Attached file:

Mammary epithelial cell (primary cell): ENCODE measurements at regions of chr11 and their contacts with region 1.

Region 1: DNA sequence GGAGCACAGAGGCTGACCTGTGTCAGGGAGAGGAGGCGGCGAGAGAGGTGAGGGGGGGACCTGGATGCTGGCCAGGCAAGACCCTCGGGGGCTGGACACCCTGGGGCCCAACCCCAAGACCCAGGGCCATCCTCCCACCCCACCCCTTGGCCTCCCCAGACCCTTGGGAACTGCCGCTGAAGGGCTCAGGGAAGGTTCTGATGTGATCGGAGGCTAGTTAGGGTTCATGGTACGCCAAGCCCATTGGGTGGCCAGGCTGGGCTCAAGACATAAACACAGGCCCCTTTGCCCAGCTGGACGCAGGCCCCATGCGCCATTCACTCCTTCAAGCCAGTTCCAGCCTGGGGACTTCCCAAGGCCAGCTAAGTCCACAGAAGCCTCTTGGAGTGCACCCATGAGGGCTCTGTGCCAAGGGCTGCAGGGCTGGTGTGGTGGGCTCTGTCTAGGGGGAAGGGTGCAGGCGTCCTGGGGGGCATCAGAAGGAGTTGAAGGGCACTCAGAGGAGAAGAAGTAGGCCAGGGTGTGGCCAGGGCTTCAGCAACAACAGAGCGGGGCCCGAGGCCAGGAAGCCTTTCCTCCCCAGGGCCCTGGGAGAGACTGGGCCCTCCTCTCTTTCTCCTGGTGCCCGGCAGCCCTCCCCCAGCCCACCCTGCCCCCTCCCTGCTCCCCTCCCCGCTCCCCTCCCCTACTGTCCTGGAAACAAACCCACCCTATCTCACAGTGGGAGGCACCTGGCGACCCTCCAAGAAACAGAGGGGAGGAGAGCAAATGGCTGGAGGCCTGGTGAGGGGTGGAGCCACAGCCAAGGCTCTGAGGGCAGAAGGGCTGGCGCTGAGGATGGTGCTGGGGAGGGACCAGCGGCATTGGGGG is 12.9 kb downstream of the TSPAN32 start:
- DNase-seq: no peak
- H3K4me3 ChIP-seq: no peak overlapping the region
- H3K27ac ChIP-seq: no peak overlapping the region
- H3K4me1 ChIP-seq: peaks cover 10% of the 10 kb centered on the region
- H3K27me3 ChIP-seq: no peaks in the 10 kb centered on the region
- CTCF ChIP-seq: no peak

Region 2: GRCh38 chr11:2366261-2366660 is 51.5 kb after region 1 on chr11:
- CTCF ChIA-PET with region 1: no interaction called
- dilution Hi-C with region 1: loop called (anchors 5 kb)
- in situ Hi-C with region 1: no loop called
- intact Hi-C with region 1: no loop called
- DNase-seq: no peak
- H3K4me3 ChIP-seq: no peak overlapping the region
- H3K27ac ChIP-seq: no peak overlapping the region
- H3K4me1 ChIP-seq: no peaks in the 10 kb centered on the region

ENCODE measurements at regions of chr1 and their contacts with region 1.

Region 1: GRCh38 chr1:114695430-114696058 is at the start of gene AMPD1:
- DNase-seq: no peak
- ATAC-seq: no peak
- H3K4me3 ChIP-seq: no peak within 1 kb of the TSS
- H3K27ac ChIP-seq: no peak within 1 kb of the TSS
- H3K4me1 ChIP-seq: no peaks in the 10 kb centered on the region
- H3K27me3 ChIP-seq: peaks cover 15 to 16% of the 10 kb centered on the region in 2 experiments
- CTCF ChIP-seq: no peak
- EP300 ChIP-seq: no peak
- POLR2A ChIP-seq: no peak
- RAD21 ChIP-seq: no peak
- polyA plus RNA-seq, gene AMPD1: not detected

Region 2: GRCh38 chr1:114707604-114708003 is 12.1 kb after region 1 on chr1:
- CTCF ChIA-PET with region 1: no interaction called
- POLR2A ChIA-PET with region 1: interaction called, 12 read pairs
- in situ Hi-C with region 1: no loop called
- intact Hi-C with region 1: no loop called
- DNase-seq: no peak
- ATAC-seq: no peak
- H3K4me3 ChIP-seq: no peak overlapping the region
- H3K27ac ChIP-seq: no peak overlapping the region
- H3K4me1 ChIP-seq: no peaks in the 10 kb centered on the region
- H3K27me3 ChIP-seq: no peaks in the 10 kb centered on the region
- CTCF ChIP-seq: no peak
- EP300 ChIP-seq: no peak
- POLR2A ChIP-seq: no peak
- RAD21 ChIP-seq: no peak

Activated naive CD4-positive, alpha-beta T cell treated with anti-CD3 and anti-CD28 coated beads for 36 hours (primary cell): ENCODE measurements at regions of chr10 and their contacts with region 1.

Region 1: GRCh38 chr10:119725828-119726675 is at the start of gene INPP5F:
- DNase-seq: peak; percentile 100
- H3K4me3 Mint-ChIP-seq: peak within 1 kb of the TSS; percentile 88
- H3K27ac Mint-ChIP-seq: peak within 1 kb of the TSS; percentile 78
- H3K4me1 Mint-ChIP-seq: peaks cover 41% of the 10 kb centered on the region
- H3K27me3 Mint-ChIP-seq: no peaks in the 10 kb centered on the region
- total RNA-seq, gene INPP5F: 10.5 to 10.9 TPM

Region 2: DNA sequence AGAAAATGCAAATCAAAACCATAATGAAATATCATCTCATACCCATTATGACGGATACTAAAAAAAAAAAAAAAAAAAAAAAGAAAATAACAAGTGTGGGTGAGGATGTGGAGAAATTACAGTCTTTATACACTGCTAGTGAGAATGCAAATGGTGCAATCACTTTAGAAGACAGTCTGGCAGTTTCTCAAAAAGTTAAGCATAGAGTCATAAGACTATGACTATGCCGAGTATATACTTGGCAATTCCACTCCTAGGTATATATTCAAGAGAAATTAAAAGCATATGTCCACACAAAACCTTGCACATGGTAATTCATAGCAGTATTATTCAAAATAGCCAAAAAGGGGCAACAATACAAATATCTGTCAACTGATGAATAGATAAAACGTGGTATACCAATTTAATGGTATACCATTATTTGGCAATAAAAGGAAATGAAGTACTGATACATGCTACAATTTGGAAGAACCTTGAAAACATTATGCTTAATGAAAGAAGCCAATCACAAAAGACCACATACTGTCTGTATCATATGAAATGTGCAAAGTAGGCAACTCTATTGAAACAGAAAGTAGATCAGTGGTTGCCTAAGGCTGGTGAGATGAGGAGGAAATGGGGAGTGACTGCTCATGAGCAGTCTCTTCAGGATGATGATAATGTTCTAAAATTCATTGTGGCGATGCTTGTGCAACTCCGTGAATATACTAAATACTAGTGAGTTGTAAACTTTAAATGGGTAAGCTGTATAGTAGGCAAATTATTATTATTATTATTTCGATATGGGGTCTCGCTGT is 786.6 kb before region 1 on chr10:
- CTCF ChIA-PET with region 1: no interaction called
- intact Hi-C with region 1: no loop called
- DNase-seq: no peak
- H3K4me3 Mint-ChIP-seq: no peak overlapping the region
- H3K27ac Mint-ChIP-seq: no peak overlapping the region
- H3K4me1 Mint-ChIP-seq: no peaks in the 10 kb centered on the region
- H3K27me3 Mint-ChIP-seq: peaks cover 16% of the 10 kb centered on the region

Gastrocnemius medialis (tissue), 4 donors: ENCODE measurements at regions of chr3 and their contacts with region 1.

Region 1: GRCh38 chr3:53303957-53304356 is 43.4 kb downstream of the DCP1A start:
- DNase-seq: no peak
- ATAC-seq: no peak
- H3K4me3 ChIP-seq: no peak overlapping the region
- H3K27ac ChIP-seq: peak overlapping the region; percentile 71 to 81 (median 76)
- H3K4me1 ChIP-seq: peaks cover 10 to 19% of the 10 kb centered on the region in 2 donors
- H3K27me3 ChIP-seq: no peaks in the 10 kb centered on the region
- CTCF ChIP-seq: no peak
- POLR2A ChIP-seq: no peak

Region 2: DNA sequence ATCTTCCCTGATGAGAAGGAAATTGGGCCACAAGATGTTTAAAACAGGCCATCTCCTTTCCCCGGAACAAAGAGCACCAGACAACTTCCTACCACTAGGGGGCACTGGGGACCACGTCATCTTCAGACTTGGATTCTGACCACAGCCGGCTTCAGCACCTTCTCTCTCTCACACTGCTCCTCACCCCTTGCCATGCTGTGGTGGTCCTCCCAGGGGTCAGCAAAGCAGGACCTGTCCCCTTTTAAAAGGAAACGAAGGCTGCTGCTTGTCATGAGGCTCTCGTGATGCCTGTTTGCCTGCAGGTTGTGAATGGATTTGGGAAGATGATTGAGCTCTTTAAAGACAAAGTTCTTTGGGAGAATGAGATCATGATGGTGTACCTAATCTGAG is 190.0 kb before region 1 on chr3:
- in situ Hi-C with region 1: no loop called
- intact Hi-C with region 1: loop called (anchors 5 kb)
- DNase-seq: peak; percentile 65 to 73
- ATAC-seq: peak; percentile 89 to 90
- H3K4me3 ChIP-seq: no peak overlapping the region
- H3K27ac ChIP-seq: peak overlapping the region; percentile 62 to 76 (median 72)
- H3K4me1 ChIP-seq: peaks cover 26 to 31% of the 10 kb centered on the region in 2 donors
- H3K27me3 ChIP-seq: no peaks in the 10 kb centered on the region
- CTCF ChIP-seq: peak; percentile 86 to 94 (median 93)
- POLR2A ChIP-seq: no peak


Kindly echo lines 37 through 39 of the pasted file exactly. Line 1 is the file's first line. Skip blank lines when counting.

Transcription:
- ATAC-seq: no peak
- H3K4me3 ChIP-seq: no peak overlapping the region
- H3K27ac ChIP-seq: no peak overlapping the region